Education News Theatre

A View from the Inside

The Mill Gate Shopping Centre in Bury is the location of a rather unusual theatre installation from May 19 – 28. The Go to Jail project is currently on tour around the UK and everything about it – the set, the performers and its interactive nature – surprises, shocks and challenges the audience’s expectations.  Of course that’s exactly what all good theatre should do but this innovative project leaves an impression long after you’ve headed home.

Photo courtesy of Inès Elsa Dalal

Photo: Inès Elsa Dalal

The Mill Gate Shopping Centre is home to a full-size replica prison cell, complete with regulation fixtures and fittings and even two real ‘prisoners’. Measuring 12 feet by 8 feet, the cell has been carefully assembled according to government regulations and visitors can go inside, take a look around and talk to the inmates about what life behind bars is really like.

The Go to Jail project is the brainchild of Saul Hewish and Chris Johnston, co-directors of arts organisation, Rideout.  They’ve been working with prisoners for more than 30 years and they specialise in using arts-based approaches to prisoner rehabilitation.

Photo: Andrew Billington

Photo: Andrew Billington

This time they’ve turned their attention to the people on the outside – the general public – and their aim is to challenge the myths and misconceptions around prison life. “Unless you’ve been in prison or worked in a prison, your opinions and beliefs are essentially informed by what you read in the media,” explains Saul Hewish, “we wanted a way to move people beyond that immediate kneejerk response that all prisons are holiday camps.”

The ‘inmates’ are both actors and ex-prisoners and are highly skilled in the art of improvisation. They have to deal deftly and in character with any questions that visitors might ask. Nothing is scripted, nothing is off-limits and what happens in the cell is also streamed live online so prisoners remain in character even when there are no visitors.

Akachi Esi* is one of the actors involved in the project. He spent a number of years in prison for drug-related offences and since his release in 2005, he’s used acting and story-telling to share his prison experience and help young people avoid the same fate. “I was very keen to get involved in the Go to Jail project and help people understand what life is really like on the inside.”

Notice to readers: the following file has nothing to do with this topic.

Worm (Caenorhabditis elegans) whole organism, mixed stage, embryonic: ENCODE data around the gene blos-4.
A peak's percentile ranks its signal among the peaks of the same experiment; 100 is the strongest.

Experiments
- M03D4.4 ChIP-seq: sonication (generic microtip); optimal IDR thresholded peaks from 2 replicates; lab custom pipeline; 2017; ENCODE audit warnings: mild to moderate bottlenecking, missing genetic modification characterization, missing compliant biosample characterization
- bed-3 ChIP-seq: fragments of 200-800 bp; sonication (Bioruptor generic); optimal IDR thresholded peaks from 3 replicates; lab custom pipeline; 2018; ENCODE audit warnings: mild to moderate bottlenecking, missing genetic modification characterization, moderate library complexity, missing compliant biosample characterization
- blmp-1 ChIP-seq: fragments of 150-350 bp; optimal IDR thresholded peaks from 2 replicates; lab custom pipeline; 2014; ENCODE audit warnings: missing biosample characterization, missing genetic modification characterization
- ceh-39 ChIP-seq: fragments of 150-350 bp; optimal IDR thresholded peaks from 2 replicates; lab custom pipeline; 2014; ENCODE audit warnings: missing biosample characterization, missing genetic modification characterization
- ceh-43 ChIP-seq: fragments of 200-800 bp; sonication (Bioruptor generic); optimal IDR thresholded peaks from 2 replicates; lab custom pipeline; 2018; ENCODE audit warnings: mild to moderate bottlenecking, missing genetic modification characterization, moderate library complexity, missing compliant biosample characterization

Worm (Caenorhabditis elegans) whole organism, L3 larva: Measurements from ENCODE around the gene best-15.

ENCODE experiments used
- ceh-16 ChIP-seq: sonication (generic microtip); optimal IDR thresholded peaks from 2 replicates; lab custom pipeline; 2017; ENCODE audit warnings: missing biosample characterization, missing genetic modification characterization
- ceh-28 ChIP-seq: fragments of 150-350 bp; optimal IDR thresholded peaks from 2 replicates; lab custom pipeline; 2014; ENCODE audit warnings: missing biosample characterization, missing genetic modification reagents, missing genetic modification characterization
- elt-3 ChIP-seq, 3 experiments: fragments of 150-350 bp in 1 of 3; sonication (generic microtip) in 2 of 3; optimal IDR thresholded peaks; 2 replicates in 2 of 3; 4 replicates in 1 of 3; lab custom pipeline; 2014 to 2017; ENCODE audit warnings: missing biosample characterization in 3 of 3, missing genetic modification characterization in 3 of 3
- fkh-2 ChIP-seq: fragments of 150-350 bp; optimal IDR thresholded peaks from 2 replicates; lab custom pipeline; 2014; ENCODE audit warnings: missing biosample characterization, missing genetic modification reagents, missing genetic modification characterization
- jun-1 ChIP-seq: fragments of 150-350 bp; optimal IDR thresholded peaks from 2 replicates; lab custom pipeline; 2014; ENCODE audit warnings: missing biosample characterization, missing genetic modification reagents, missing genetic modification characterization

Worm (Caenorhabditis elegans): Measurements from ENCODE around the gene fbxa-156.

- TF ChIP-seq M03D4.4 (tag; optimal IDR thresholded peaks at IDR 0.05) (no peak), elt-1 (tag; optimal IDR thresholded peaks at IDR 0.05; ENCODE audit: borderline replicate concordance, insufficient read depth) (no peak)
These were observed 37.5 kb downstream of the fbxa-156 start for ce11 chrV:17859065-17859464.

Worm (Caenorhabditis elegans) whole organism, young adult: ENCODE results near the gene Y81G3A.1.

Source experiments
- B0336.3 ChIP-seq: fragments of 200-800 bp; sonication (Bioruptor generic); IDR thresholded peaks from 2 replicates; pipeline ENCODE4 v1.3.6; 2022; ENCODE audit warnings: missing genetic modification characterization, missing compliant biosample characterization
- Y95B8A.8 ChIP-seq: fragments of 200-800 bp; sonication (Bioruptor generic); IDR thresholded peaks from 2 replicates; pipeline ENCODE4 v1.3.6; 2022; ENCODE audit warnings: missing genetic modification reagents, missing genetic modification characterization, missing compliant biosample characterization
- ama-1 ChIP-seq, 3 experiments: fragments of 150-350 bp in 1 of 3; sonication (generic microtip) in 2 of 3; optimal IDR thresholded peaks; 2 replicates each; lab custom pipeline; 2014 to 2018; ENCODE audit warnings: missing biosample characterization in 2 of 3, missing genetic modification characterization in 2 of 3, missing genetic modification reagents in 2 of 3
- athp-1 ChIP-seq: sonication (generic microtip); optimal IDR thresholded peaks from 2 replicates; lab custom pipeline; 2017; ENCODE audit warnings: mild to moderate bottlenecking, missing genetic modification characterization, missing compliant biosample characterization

Photo: Inès Elsa Dalal

Photo: Inès Elsa Dalal

There have been a whole range of visitors, a trainee prisoner officer, a magistrates’ adviser and a respectable middle-class man who began sweating as soon as he saw the prison breakfast pack – because it reminded him of his own time inside. The ones that have left the biggest impression on Akachi are the people whose children are either in prison or have been to prison. “They’ve always wondered about what the conditions are like so when they actually walk into the cell they get a sense of the physical experience. They ask you how you cope and it’s really comforting for them to get the view of someone who’s been inside.”

The project has already visited several venues around the country, most recently Birmingham Library, where there were more than 2,000 visits in 10 days. So far reactions to this unusual piece of art have been hugely positive, with comments such as, “It revealed a lot about the misconceptions that we had…thank you for showing us more truth.” Many were surprised at just how small the prison cell is, “What a fantastic innovative idea to give a representation of just how confined prisoners are but also a wonderful opportunity to talk to them about day-to-day routine.”

Photo: Inès Elsa Dalal

Photo: Inès Elsa Dalal

Saul Hewish from Rideout believes that the Go to Jail project has had quite a profound effect on some people, “I think where people have gone in thinking prison’s soft or easy then it has changed their views.” He believes that’s partly because the ‘prisoners’ give it a uniquely human perspective. “When something is generalised, people tend to be much more conservative about things like punishment, but when there’s a real story and they can engage with a real person they tend to become more liberal.”

Saul insists that Go to Jail is not intended to be a campaigning project but he and Chris Johnston hope it will engage the public enough to get them thinking more critically about what they read in the papers and perhaps be more sympathetic when it comes to prison reform. “It’s simply a theatre installation that’s trying to help people become a little more aware and maybe they’ll go back and talk to other people about it.”

If you’d like to see the Go to Jail project for yourself, it will be at the Mill Gate Shopping Centre in Bury from Thursday 19 to Saturday 28 May and is open for visitors between 11.00 am and 4.00 pm. Admission is free.

More information can be found at and #gotojail

*Name has been changed

About the author

Anne Hall

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